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The Three Sacred Treasures

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Written by   440
1 month ago

The Japanese imperial regalia, how they are handled and the stories behind them are unique for Japan. They are so sacred that no now living individual has seen them, not even the emperor! Indeed, nobody has seen them for centuries, since they are always shrouded. Traditionally, the priests of the temples where they are stored present them to the emperor during his enthronement, but that is a private ceremony in the presence of emperor and priests only. Yet, even then the regalia are shrouded.

To be correct, one should say that nobody knows if the genuine regalia exist. Indeed, there is reason to believe they are not, not all of them. They consist of a mirror, a sword, and a jewel – and it might very well be that the jewel is the only original and that as well sword as mirror are later copies/replacements.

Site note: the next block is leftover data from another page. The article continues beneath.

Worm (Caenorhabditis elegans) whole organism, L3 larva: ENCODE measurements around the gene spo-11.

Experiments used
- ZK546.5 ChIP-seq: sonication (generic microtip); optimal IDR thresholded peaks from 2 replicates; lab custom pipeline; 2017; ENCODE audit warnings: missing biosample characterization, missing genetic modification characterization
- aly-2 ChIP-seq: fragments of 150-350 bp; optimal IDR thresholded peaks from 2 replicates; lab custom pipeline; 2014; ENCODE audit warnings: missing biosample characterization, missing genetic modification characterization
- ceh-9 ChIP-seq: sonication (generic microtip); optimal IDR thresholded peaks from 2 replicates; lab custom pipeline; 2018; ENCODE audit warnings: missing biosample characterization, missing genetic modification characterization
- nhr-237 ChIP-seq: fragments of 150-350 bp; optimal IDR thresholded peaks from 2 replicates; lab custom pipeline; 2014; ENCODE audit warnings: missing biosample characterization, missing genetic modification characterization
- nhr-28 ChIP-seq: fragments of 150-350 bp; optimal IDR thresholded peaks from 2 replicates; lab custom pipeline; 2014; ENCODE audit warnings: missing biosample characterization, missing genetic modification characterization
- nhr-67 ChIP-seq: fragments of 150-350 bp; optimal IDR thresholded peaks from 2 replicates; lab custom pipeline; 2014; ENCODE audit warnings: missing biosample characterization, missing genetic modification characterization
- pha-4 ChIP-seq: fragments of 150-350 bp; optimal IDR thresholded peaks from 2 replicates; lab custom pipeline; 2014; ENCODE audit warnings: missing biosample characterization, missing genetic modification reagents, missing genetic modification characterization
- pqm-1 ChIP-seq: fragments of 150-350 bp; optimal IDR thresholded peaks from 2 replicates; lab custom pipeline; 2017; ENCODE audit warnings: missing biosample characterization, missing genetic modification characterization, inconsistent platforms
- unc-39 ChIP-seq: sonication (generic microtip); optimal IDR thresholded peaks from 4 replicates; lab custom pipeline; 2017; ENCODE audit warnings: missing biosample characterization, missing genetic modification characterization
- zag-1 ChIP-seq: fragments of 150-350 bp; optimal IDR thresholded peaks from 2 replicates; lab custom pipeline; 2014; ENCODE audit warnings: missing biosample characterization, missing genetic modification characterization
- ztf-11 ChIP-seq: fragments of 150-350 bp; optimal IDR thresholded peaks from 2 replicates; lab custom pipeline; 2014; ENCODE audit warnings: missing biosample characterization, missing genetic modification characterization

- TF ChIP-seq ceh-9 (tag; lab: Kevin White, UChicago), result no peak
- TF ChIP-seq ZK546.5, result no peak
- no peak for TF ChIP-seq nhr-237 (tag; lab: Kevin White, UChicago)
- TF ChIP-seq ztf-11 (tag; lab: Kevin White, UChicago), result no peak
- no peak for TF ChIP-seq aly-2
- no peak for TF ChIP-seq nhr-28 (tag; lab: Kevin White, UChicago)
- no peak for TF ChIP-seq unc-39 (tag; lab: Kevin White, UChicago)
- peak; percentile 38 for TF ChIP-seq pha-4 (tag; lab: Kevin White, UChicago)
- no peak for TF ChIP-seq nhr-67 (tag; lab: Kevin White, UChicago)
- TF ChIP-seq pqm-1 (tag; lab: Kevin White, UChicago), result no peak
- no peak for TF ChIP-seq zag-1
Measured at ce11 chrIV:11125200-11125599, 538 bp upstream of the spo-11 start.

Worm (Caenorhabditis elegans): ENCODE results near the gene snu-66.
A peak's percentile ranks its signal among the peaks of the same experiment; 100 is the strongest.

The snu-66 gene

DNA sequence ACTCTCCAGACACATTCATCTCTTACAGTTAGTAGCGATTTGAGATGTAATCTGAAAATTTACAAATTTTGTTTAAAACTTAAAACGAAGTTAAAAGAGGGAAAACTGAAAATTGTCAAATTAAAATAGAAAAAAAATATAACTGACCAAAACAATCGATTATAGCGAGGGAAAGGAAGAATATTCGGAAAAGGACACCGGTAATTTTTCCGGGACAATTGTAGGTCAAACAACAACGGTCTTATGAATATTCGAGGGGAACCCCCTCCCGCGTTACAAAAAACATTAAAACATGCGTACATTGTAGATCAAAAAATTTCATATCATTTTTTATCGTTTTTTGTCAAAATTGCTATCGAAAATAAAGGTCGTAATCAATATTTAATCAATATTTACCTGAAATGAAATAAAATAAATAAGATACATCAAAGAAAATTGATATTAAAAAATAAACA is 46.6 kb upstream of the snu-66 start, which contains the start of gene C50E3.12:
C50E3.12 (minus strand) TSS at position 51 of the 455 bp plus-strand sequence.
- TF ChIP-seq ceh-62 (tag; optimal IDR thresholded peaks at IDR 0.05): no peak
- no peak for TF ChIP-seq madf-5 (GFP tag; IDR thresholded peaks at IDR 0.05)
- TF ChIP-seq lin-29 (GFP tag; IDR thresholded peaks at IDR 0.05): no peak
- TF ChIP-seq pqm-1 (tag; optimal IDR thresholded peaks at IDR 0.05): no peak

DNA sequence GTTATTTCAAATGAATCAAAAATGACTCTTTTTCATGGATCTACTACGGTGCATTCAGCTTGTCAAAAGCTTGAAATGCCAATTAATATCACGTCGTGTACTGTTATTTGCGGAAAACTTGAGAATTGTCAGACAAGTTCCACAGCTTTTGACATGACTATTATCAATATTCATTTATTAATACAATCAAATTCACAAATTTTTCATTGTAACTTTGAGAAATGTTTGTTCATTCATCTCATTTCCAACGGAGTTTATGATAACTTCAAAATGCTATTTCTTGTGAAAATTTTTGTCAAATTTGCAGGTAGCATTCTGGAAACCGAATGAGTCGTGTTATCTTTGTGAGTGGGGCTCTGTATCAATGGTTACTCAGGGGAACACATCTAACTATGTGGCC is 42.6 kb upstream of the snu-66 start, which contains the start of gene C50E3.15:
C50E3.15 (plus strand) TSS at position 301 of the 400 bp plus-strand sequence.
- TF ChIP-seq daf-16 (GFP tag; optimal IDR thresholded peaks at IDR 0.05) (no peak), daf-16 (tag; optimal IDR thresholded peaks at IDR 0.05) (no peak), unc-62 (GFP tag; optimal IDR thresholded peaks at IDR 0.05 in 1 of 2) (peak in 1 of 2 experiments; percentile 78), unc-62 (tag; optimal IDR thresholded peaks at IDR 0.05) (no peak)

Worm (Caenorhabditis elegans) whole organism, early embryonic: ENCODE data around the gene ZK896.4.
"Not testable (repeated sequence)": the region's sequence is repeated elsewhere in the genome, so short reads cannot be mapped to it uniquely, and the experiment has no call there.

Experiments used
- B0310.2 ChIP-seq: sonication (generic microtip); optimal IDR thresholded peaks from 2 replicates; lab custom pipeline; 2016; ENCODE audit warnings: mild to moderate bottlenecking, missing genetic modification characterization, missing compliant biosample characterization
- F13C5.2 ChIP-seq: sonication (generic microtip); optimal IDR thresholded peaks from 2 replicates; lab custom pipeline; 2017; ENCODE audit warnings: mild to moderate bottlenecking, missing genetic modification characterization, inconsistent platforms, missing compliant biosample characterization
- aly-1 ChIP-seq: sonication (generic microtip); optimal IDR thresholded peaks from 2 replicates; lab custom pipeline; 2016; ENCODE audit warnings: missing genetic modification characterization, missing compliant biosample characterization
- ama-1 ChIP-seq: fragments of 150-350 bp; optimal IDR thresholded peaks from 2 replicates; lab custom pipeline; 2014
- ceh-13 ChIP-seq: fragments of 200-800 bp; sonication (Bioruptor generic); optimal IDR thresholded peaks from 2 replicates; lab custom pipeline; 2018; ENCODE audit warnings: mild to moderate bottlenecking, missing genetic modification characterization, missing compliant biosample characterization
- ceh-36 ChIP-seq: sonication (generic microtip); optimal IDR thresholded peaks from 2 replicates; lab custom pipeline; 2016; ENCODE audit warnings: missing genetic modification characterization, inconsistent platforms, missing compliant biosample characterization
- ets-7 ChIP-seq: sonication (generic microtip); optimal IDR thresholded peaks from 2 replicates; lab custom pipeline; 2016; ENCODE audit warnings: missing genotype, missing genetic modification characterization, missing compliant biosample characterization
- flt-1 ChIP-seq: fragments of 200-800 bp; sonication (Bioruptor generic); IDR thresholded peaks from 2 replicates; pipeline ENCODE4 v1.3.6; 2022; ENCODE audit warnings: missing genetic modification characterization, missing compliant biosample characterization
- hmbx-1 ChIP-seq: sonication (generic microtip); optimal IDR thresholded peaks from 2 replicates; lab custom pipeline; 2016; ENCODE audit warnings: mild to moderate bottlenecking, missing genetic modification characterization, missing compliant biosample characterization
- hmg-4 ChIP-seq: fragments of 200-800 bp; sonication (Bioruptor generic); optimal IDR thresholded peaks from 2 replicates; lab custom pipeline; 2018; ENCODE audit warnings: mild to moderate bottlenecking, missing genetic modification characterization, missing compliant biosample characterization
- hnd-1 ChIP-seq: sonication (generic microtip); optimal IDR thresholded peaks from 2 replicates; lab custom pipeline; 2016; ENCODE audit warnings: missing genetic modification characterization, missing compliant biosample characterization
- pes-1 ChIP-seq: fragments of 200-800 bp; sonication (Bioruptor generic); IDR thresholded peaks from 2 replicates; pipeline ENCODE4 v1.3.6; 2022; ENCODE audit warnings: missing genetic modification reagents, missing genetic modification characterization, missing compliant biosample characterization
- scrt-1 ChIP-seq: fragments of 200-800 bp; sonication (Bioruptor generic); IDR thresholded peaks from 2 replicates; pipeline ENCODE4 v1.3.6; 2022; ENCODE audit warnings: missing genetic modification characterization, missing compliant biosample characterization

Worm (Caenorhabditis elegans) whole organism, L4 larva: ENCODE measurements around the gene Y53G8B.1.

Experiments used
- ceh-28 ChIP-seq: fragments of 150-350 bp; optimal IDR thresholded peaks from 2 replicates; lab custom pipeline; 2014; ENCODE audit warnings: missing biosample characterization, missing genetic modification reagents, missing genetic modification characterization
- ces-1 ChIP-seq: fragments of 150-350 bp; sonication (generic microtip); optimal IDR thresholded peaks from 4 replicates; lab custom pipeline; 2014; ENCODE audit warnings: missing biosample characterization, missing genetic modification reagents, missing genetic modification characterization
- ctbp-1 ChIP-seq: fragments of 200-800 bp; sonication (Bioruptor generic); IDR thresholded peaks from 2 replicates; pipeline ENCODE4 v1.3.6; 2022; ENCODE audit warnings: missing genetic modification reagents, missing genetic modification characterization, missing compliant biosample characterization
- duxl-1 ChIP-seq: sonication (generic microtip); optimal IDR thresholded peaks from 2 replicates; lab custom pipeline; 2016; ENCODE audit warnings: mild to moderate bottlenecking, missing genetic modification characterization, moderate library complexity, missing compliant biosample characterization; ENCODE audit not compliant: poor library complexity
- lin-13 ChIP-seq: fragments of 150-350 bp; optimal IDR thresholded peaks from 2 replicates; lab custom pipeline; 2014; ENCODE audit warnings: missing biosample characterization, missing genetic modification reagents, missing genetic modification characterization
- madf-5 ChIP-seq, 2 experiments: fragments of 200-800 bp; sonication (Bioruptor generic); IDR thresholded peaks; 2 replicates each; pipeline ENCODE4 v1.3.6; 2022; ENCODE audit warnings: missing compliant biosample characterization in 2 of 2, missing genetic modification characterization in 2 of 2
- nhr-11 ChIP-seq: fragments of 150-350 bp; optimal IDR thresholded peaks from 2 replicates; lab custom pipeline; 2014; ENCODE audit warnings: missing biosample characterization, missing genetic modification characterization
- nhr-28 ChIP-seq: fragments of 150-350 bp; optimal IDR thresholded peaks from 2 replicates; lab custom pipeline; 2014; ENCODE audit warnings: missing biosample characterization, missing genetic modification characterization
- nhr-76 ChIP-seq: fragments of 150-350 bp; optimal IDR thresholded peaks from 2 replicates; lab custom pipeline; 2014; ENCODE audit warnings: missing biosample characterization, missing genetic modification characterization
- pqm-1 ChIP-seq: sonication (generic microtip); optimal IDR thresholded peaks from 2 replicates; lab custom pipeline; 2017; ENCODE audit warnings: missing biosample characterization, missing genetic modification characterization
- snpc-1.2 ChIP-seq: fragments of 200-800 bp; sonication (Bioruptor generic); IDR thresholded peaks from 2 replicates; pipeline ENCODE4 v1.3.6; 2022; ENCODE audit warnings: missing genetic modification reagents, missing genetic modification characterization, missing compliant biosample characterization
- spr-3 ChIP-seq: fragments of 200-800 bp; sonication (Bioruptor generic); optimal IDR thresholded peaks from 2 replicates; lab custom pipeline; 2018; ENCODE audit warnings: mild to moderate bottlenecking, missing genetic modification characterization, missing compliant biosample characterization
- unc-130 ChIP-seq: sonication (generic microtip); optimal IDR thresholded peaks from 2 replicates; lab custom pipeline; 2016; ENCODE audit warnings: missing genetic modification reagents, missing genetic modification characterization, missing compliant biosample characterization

The Three Sacred Treasures are all connected to Japanese mythology and the origin of the Japanese imperial line, which, according to legend, descend from the sun-goddess Amaterasu. She sent the regalia to earth with her grandson, Ninigi-no-Mikoto, whose great grandson was Jimmu, the legendary first emperor. Thus the regalia are a symbol of the divinity of the emperor and of his legitimacy as a descendant of Amaterasu - and as the ruler of Japan.

The Sacred Mirror, Yata no Kagami (八咫鏡)

(kept in Ise Grand Shrine)